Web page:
So, upon returning home I dug deep in all the information I could find on the internet and also studied the anatomy of the feet in great detail. I learned all about tarsal tunnels and other possible trouble spots where nerves could be compressed. For the next days and weeks I have been experimenting with somewhat unorthodox means of reducing my pain and learning what works in my case and what doesn’t. I ended up ordering stuff from Canada and buying the rest locally. Now, a month later I barely have to take my prescriptions for neuralgia. Yes, the feet are still a bit uncomfortable at times but I can cope with that. I can again snap my toes and with ease. There is no single key element to my improvement; much of it indeed has to do with creative thinking. It surprises me how few people are able to do just that, as it is a key element in making successful discoveries in the sciences as well as in interpreting music. In the latter case most musicians just copy something they have heard or been taught and then try to present it as their own, whether they are instrumentalists, singers or conductors. A pedagogue needs to be able to think outside the box as well, as there are often gifted students who don’t fit the mold and the standard approach would fail in their case.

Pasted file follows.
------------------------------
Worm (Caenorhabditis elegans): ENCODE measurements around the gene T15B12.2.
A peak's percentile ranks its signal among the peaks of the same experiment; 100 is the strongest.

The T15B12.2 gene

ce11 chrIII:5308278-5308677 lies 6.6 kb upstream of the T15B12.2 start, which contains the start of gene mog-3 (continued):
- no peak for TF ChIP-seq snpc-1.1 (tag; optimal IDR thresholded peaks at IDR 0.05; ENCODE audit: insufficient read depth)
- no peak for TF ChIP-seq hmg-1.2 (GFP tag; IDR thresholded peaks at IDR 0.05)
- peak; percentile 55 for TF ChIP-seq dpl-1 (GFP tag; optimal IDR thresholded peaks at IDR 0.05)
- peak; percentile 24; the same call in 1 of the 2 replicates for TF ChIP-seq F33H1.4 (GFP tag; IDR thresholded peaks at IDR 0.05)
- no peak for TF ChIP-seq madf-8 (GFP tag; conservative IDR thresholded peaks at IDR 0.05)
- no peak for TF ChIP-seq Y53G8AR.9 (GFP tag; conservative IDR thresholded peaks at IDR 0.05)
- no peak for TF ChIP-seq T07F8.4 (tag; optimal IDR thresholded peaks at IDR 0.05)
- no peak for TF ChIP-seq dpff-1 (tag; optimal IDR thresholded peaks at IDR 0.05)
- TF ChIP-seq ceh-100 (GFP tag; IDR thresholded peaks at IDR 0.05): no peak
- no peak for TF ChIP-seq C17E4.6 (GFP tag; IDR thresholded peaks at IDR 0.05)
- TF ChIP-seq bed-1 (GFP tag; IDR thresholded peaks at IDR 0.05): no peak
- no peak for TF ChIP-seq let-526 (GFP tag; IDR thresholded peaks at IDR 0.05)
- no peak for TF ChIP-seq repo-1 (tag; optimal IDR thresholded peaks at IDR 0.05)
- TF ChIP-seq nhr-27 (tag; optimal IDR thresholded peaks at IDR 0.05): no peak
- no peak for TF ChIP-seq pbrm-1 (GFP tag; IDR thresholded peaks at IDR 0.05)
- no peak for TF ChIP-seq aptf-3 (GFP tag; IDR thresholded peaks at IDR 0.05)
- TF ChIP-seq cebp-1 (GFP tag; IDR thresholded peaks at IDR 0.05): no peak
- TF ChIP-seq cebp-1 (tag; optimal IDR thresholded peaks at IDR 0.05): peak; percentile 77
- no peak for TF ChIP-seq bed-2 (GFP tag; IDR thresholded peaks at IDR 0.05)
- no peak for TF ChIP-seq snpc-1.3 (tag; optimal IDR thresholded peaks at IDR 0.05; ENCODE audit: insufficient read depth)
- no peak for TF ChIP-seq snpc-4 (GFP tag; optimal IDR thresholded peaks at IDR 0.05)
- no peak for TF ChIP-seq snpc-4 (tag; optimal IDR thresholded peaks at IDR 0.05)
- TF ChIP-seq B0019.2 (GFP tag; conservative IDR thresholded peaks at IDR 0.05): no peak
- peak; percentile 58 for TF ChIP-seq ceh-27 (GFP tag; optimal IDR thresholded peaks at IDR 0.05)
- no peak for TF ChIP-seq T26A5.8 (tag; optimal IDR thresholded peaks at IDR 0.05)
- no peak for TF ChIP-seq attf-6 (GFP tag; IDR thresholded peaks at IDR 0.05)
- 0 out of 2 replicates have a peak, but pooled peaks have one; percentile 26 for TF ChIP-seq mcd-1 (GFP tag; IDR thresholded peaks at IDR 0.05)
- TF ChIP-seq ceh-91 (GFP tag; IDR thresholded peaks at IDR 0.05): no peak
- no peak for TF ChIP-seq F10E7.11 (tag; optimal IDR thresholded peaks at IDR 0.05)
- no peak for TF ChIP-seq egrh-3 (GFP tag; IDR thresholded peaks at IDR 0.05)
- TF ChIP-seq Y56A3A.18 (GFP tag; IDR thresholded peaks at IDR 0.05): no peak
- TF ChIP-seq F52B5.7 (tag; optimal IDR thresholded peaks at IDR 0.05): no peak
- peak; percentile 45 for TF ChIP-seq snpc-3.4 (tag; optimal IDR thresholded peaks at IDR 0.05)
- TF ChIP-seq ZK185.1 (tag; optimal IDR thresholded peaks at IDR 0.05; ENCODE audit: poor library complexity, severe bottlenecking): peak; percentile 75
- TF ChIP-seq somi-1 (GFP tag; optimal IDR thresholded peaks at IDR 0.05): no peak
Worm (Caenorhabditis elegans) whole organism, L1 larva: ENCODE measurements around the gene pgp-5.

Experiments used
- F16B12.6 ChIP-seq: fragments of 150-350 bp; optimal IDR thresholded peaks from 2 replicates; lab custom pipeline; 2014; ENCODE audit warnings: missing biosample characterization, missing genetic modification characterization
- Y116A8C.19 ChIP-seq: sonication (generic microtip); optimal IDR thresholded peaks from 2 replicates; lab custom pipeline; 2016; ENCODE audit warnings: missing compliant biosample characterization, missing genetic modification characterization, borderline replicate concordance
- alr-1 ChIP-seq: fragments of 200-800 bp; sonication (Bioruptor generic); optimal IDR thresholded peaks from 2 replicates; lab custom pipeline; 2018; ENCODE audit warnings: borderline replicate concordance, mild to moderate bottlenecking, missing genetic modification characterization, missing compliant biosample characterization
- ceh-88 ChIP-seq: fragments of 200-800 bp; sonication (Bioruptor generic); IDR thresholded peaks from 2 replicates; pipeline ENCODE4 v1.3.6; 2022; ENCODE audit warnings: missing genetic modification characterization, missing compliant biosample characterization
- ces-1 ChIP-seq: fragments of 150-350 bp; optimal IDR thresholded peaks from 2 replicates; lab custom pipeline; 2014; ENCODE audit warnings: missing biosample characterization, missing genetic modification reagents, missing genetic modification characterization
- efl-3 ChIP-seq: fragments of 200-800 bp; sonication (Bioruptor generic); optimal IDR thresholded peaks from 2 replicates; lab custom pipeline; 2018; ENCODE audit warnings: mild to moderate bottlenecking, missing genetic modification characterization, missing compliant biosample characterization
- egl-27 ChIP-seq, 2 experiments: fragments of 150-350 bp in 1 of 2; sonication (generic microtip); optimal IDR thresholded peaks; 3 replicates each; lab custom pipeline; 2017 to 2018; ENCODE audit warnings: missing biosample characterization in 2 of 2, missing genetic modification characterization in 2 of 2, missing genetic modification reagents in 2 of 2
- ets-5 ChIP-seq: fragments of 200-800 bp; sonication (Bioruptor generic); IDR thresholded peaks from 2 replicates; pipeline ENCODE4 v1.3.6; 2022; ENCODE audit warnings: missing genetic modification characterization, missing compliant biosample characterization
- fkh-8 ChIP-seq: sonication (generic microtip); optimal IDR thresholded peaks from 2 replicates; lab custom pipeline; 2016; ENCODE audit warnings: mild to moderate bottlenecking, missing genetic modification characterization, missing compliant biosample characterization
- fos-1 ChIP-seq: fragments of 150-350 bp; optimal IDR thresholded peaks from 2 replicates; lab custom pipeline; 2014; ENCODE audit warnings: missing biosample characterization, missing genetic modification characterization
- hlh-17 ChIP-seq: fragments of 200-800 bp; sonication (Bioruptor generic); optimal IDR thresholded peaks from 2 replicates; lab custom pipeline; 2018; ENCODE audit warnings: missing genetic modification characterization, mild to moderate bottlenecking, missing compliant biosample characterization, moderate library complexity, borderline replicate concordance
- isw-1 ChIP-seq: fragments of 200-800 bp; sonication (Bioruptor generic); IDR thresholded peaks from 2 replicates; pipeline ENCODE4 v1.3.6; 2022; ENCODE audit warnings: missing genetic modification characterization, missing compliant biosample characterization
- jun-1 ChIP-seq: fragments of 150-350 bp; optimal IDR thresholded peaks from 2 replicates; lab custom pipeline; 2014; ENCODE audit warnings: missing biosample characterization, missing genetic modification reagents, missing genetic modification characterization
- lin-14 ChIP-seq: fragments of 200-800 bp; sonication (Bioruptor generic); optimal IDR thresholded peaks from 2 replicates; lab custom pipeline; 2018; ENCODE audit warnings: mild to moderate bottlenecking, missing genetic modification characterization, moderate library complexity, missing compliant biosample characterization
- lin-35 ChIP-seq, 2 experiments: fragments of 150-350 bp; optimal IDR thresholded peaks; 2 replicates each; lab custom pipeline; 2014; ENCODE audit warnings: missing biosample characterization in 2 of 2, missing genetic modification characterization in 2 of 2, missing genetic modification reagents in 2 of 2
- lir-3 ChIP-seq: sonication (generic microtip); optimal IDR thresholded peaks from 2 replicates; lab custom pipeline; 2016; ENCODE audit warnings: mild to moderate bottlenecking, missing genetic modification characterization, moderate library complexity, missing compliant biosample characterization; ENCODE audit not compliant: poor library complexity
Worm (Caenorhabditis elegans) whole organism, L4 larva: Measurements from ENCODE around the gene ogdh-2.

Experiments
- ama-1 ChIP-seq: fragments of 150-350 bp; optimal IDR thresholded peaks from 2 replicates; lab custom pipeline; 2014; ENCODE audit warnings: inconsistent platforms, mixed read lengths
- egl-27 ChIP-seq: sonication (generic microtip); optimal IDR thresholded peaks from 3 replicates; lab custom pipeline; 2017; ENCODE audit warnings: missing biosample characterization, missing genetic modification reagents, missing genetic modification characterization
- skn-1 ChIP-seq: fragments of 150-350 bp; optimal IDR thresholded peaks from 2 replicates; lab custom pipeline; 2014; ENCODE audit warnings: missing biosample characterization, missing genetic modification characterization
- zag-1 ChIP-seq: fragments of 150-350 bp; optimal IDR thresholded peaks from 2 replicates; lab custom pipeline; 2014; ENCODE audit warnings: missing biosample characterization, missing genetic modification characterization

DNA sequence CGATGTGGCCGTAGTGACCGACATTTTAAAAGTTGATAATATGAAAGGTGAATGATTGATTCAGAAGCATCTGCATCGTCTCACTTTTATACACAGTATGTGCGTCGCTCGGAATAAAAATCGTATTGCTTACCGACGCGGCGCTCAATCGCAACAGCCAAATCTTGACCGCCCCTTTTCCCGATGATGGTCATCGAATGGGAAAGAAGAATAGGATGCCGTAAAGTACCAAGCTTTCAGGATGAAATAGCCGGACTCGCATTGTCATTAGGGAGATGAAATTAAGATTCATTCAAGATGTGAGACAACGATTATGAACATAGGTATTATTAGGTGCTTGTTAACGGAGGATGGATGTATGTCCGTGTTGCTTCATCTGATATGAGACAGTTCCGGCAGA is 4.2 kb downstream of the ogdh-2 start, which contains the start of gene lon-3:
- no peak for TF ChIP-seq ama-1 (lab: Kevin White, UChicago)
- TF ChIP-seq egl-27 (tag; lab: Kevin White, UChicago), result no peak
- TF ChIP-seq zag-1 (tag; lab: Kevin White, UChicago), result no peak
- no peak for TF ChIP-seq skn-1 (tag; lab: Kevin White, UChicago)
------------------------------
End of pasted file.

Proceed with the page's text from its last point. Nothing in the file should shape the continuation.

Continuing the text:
When my wife is able to keep me company, we often descend to the beach below my favorite Discovery Park. It is a 285-foot climb down and obviously the same coming up, on a narrow path with altogether about 450 steps. I couldn’t even think of doing the trek for a long time; now it is a piece of cake as long as I take care of my balance. To facilitate this I purchased a lightweight Komperdell walking staff from Seattle’s wonderful REI. It also turns into a camera monopod should I need to use one. Half way down the path is an area where one often sees snakes, of the harmless garter variety. My wife freaks out upon such an encounter although she has improved in this respect. I keep on reassuring her that on this side of the Cascades there are no native poisonous snakes, although in the past she has had to frequently deal with a venomous Pit Viper, a European import. Perhaps that explains her disgust with slithering creatures.